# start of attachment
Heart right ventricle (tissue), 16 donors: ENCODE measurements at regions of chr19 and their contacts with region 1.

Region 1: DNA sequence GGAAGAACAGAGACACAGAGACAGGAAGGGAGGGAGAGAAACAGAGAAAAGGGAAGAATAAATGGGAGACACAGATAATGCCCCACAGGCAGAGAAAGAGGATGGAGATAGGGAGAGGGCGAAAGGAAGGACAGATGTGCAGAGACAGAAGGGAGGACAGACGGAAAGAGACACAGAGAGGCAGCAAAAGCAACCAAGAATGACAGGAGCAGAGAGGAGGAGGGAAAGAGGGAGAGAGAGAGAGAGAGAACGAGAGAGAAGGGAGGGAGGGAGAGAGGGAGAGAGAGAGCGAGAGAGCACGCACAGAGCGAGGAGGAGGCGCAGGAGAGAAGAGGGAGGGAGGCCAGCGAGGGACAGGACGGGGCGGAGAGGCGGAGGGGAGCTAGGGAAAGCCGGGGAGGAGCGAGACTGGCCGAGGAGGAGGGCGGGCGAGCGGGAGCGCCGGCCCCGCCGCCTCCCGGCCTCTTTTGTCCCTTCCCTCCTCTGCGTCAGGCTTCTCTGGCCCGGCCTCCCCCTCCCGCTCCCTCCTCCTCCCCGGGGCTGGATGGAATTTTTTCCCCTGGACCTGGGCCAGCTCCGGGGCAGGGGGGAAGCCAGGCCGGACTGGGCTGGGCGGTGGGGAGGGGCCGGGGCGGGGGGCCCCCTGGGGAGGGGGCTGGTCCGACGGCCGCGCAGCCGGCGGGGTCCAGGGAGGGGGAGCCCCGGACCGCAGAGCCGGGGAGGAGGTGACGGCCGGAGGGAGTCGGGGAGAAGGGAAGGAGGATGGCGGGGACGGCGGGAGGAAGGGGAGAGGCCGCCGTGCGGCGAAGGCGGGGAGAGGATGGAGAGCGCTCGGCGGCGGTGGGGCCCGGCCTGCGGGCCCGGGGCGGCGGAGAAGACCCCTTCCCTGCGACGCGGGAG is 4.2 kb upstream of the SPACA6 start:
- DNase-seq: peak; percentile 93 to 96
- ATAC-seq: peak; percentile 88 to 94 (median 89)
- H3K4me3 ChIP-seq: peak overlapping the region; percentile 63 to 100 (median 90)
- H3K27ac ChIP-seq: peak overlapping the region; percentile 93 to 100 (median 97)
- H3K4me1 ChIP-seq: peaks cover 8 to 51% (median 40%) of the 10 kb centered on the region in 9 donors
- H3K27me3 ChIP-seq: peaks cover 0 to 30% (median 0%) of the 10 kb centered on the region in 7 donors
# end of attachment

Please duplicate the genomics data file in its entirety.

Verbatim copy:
Heart right ventricle (tissue), 16 donors: ENCODE measurements at regions of chr19 and their contacts with region 1.

Region 1: DNA sequence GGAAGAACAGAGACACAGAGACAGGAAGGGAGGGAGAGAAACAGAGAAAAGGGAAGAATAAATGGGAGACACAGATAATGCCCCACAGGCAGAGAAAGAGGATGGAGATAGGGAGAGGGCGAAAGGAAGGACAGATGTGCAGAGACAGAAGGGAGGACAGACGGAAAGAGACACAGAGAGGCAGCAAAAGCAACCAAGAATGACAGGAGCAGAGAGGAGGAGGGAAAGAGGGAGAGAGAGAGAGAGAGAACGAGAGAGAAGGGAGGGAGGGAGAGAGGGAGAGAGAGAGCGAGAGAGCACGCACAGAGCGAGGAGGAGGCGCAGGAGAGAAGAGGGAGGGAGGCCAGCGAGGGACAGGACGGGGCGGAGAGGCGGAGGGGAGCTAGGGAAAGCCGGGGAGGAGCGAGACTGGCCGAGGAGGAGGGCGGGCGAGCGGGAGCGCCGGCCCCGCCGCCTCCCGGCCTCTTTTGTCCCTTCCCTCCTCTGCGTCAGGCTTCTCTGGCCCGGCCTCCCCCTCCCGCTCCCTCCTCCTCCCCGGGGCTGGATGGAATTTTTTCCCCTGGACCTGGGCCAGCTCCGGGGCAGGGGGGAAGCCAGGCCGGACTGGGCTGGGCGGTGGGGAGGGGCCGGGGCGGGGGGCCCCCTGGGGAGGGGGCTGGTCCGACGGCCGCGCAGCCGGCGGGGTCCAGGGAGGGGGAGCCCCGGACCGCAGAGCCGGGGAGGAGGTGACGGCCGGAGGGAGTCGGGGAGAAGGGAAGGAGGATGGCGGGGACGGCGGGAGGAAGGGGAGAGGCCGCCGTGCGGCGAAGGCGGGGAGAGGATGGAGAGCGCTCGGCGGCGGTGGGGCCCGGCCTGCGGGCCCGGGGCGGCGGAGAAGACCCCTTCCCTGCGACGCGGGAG is 4.2 kb upstream of the SPACA6 start:
- DNase-seq: peak; percentile 93 to 96
- ATAC-seq: peak; percentile 88 to 94 (median 89)
- H3K4me3 ChIP-seq: peak overlapping the region; percentile 63 to 100 (median 90)
- H3K27ac ChIP-seq: peak overlapping the region; percentile 93 to 100 (median 97)
- H3K4me1 ChIP-seq: peaks cover 8 to 51% (median 40%) of the 10 kb centered on the region in 9 donors
- H3K27me3 ChIP-seq: peaks cover 0 to 30% (median 0%) of the 10 kb centered on the region in 7 donors